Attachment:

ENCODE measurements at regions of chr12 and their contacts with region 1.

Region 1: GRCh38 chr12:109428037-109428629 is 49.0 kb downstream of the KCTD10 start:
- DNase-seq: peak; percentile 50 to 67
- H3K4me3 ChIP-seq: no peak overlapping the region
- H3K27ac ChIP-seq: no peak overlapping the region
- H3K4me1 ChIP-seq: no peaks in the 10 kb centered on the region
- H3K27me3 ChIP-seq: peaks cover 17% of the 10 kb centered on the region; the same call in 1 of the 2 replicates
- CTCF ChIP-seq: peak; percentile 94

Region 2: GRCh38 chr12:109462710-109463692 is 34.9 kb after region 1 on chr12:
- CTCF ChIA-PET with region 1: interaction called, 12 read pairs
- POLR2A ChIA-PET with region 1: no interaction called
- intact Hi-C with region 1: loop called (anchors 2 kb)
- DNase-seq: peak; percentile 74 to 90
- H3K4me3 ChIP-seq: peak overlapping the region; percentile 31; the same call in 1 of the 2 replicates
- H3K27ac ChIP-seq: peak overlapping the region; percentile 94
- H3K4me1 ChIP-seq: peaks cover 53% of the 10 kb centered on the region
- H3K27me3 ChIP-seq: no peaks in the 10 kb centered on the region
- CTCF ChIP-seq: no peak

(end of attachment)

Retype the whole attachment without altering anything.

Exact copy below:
ENCODE measurements at regions of chr12 and their contacts with region 1.

Region 1: GRCh38 chr12:109428037-109428629 is 49.0 kb downstream of the KCTD10 start:
- DNase-seq: peak; percentile 50 to 67
- H3K4me3 ChIP-seq: no peak overlapping the region
- H3K27ac ChIP-seq: no peak overlapping the region
- H3K4me1 ChIP-seq: no peaks in the 10 kb centered on the region
- H3K27me3 ChIP-seq: peaks cover 17% of the 10 kb centered on the region; the same call in 1 of the 2 replicates
- CTCF ChIP-seq: peak; percentile 94

Region 2: GRCh38 chr12:109462710-109463692 is 34.9 kb after region 1 on chr12:
- CTCF ChIA-PET with region 1: interaction called, 12 read pairs
- POLR2A ChIA-PET with region 1: no interaction called
- intact Hi-C with region 1: loop called (anchors 2 kb)
- DNase-seq: peak; percentile 74 to 90
- H3K4me3 ChIP-seq: peak overlapping the region; percentile 31; the same call in 1 of the 2 replicates
- H3K27ac ChIP-seq: peak overlapping the region; percentile 94
- H3K4me1 ChIP-seq: peaks cover 53% of the 10 kb centered on the region
- H3K27me3 ChIP-seq: no peaks in the 10 kb centered on the region
- CTCF ChIP-seq: no peak